Treatment of cancer under the impression of the COVID-19 pandemic is associated with completely new challenges. Based on several underlying factor cancer patients per se harbor an increased risk for dismal outcome of COVID. Age, malnutrition, pre-existing lung disorders and immune suppression comprise the most notable factors to be taken into account in cancer patients. As radiotherapy is one of the major pillars in oncology, there is an urgent need for recommendations on how to deal with various facets of COVID-19 in the framework of radiation oncology. The article by S. Combs et al represents the result of a consensus discussion between representatives from five large University Hospitals in Germany, Austria and Switzerland.
Radiation Oncology encompasses all aspects of research that impacts on the treatment of cancer using radiation. It publishes findings in molecular and cellular radiation biology, radiation physics, radiation technology, and clinical oncology.
The field of radiation oncology covers the integration of radiation therapy into multimodal treatment approaches. Radiation Oncology provides an open access forum for researchers and clinicians involved in the management and treatment of cancer patients, bringing together the latest research and advances in the field. Advances in treatment technology, as well as improved understanding of the underlying biological resistance mechanisms, will further strengthen the role of radiation oncology.
Radiation Oncology – dedicated to the latest advancements in MR-guided radiotherapy – presents a collection of review and research articles highlighting the status of the field. The contributions discuss recent challenges, and present potential future directions.
To be accepted in the RANZCR training program, you must:
Have MBBS or equivalent medical qualifications as recognised by the registering authority of the country in which the RANZCR training program is conducted and the Board of the College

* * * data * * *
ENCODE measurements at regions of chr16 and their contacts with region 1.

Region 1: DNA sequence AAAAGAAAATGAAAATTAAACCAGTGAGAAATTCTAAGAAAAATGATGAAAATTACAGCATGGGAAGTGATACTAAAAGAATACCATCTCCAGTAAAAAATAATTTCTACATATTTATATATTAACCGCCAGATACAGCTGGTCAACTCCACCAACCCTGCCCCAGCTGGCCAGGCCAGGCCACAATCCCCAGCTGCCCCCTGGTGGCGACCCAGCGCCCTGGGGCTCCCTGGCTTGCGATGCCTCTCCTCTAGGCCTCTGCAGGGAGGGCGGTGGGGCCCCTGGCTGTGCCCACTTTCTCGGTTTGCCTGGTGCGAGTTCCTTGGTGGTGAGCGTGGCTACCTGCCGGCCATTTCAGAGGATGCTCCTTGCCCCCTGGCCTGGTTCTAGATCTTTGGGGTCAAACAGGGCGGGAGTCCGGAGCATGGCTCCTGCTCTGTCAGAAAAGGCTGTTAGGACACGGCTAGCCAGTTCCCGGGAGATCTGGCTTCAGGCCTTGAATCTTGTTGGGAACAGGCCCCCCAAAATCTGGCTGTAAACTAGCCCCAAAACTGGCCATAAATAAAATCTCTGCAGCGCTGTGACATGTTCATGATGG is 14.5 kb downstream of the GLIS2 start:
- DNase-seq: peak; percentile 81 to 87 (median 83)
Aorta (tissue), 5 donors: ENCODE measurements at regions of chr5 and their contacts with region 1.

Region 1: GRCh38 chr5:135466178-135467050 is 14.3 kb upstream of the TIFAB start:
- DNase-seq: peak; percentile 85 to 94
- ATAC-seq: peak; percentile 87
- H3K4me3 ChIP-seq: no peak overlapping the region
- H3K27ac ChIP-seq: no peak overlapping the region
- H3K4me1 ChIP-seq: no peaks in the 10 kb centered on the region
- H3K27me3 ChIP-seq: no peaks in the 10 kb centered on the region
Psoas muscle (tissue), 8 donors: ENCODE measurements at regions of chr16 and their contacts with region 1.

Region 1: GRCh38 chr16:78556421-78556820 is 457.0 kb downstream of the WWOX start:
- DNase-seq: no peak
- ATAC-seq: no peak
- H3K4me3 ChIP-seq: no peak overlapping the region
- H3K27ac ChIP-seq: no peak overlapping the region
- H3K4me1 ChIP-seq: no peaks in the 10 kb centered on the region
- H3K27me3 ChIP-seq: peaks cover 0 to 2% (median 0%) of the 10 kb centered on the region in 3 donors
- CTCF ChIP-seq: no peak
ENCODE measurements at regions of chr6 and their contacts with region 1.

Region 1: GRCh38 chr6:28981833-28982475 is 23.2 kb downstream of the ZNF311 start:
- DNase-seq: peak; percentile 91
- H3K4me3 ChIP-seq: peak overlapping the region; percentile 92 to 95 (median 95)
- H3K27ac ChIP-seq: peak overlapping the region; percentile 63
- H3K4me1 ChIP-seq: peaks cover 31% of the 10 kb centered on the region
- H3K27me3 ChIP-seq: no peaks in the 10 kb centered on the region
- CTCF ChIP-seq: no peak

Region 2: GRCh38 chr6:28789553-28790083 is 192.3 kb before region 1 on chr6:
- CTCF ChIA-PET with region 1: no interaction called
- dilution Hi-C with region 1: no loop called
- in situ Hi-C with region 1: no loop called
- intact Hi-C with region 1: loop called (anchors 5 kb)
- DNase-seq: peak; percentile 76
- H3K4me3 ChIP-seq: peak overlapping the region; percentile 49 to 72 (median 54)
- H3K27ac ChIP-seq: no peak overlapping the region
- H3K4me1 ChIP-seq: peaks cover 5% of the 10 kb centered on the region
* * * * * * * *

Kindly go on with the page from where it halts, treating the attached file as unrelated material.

Be registered as a medical practitioner by the registered authority recognised by the Board of the College in the state or country where you are training (Australia, New Zealand or Singapore)
Have completed at least two full years in an approved hospital as an intern or resident.
As well as meeting the prerequisites, you must also be able to demonstrate:
Dedication to pursuing a career in radiation oncology
Good interpersonal and professional communication skills
A high standard of academic performance.
Other desirable qualities are:
Radiotherapy training in India encompasses the treatment of solid tumors in terms of Chemotherapy, radiation therapy, and palliative care in most states. Postgraduate MD degree is awarded after 3 years of post-MBBS in-service comprehensive training and a final university level exam. MD Radiation oncology practitioners are the most proficient oncologists in India delivering radiotherapy and chemotherapy. The first Radiotherapy department of Asia was set up in 1910 at Calcutta Medical College in the state of West Bengal and is still a leading oncology training center of India.
The article submission is accepted through an online submission system as well as email at firstname.lastname@example.org or Submit online